3. Conservation biology of endangered swift parrots and regent honeyeaters (Ravensworth Mine Offset grant 2014-2018)
4. The impact of climate change on inter-specific interactions
(ARC Discovery Project with Drs Langmore (lead CI), Kilner, and Lacy 2011-16)
An investigation of the phenological mismatch hypothesis for interactions between cuckoos, their hosts and their prey in south-eastern Australia
Amongst wildlife, the most commonly documented response to climate change involves alterations of species phenologies. For example, many species show an advance in the timing of breeding with increasing temperatures. However, phenological shifts are often unequal across different trophic levels and between different life history strategies, which can result in phenological mismatches between closely interacting species, such as predators and prey or parasites and hosts. We aim to test the phenological mismatch hypothesis for interactions between cuckoos, their hosts and their prey in south-eastern Australia.
5. Tool use and conservation biology of palm cockatoos
(Hermon Slade Foundation grant with Dr Langmore 2012-14 )
Palm cockatoos are charismatic and emblematic of northern Australia yet our research suggests they are in steep decline. We aim to study the demography and dynamics of the meta-population on Cape York Peninsula and to find the cause of their decline. Palm cockatoos are possibly the only non-human species that manufacture and use a sound tool. They make drumsticks by breaking off a branch, stripping the foliage and trimming to appropriate length. They then grasp the drumstick in their foot and beat it against a hollow trunk. Our project also aims to explore the evolution of complex cognition through analysis of tool manufacture in palm cockatoos.
My post-graduate students work in a variety of areas including behavioural ecology, conservation biology and community ecology and often across broad disciplinary boundaries. Much of the research is carried out in remote regions such as Papua New Guinea, Cape York Peninsula, the Australian arid zone, southern Africa and South America. Topics include bird migration, cooperative breeding and mating systems, animal personalities, biology of endangered species, human-wildlife conflict, and landscape ecology.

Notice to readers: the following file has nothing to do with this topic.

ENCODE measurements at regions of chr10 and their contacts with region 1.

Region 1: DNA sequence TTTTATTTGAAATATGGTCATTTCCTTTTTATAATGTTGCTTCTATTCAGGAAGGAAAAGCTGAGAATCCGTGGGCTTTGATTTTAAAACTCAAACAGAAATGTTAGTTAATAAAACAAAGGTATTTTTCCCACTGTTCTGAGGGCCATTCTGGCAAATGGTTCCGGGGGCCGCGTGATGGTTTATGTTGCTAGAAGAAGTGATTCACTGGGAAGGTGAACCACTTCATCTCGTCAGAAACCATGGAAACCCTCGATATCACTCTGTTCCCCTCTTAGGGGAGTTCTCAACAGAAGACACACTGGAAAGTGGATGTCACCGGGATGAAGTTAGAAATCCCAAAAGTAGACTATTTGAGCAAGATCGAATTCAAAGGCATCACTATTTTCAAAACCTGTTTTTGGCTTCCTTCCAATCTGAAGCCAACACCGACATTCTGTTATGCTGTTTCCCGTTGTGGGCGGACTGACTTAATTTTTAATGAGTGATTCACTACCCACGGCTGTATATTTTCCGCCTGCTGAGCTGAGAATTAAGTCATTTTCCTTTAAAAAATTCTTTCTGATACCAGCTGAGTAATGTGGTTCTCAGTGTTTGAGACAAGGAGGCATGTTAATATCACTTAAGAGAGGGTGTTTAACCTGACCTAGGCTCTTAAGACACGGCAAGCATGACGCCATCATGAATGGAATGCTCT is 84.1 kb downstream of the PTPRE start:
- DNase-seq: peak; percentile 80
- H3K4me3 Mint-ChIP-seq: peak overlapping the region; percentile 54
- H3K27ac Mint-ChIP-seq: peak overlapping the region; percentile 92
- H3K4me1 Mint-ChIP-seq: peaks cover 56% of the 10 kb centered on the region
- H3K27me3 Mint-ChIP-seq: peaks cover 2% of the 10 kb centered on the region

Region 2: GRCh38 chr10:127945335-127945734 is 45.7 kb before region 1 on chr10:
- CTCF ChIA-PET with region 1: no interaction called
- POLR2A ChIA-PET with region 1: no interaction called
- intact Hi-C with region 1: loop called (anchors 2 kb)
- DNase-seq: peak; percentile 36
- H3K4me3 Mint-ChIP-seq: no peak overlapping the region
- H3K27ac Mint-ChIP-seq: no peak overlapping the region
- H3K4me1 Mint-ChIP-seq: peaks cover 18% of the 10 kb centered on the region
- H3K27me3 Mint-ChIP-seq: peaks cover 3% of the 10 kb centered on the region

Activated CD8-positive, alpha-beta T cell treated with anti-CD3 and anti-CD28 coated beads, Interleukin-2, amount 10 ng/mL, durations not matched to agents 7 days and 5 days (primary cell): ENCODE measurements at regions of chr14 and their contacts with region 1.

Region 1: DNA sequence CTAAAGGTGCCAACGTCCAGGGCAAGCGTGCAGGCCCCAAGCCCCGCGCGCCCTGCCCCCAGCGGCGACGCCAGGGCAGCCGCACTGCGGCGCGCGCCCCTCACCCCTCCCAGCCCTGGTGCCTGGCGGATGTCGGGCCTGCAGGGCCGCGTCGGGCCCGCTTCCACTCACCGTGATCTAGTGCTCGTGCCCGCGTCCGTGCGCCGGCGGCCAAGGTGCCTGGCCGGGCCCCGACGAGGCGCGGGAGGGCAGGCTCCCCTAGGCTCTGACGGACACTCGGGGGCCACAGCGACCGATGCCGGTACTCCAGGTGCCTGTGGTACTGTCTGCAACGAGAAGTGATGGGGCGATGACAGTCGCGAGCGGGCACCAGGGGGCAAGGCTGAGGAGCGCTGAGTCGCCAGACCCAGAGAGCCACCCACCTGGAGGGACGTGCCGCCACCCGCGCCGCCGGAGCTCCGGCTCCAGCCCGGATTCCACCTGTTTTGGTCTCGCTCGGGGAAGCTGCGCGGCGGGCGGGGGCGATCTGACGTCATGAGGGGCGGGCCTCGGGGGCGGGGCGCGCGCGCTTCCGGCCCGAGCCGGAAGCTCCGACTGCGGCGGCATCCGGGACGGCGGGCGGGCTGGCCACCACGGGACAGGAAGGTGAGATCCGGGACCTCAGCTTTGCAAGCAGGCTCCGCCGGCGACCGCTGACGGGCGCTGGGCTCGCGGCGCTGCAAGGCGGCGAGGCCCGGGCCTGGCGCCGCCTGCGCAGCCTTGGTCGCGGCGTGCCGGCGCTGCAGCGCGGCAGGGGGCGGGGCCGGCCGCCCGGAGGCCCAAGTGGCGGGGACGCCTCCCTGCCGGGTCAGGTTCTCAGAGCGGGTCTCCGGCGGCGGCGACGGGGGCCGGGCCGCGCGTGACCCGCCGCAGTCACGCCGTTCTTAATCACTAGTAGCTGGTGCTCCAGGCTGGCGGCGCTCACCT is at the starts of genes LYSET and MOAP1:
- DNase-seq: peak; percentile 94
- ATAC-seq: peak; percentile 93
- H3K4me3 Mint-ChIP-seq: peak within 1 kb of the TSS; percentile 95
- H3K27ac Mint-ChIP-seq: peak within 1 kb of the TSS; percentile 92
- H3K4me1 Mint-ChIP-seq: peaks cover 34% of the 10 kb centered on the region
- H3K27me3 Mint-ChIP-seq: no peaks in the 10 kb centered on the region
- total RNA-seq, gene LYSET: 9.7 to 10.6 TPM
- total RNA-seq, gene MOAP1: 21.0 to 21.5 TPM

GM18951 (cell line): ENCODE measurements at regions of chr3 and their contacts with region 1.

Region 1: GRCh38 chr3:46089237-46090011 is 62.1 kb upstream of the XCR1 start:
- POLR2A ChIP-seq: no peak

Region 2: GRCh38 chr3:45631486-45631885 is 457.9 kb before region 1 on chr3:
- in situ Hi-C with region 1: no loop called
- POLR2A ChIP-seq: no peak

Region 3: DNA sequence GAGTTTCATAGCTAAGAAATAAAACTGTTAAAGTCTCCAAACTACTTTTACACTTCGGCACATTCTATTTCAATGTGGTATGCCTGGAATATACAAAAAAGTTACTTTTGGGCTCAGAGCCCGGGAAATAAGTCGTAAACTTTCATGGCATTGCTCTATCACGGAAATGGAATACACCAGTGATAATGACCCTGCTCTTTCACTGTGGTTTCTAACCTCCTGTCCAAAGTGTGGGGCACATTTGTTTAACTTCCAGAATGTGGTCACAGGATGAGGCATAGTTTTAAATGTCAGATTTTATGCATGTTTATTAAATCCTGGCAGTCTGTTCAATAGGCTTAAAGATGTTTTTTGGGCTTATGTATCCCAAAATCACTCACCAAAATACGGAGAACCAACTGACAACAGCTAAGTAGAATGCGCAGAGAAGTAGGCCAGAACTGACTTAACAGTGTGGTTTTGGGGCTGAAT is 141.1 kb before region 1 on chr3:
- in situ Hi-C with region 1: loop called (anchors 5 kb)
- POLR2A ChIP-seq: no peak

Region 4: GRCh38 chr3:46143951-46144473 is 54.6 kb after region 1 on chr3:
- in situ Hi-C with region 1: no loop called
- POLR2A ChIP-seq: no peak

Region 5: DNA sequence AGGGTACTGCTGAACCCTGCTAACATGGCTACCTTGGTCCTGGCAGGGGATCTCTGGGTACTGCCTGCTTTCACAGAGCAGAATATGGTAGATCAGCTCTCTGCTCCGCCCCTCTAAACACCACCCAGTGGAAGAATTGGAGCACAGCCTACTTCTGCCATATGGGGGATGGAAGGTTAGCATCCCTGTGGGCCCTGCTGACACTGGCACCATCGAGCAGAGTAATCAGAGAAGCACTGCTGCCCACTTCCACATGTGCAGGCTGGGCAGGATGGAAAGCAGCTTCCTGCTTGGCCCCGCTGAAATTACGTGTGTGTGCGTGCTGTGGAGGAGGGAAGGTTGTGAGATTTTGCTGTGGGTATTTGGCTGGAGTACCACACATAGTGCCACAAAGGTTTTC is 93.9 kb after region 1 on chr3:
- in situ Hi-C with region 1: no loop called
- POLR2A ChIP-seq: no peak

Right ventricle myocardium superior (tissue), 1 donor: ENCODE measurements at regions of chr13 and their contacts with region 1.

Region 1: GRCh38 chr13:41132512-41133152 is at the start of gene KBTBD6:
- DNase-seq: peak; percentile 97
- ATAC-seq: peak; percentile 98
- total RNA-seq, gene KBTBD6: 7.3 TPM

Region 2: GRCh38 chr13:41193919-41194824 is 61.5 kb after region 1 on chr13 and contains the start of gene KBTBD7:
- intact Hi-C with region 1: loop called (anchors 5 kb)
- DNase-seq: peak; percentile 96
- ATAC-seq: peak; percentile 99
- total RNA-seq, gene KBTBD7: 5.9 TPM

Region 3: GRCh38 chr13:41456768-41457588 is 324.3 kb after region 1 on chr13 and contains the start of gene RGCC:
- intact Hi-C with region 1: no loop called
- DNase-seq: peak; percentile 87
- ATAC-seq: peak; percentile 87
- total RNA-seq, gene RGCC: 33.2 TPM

- Kevin MacFarlane is seeking solutions to human-wildlife conflict in southern Africa. His project aims to identify why lions leave the Central Kalihari Game Reserve in Botswana to hunt cattle on neighbouring farms (commenced 2009)
- George Olah is studying the conservation biology and population genetics of large macaws in the Peruvian Amazon (commenced 2009)
- Matt Webb is developing broad landscape level techniques for detecting and monitoring breeding swift parrots across eastern Tasmania (commenced 2011)
- Julian Reid is working on the community ecology of Australia’s arid zones using data sets on vertebrates he compiled at many locations over fifteen years
- Amanda Edworthy is working on the conservation biology of endangered 40-spotted paradotes in south-eastern Tasmania (commenced 2012)
- Miles Keighley is studying the genetic and cultural connectedness of palm cockatoos on Cape York Peninsula, Qld (commenced 2013)
- Connie Leon is studying the impact of climate change on cooperatively breeding white-winged choughs (commenced 2014)
- Ross Crates will be studying the breeding biology of. and habitat limitations on, endangered regent honeyeaters (commenced 2015)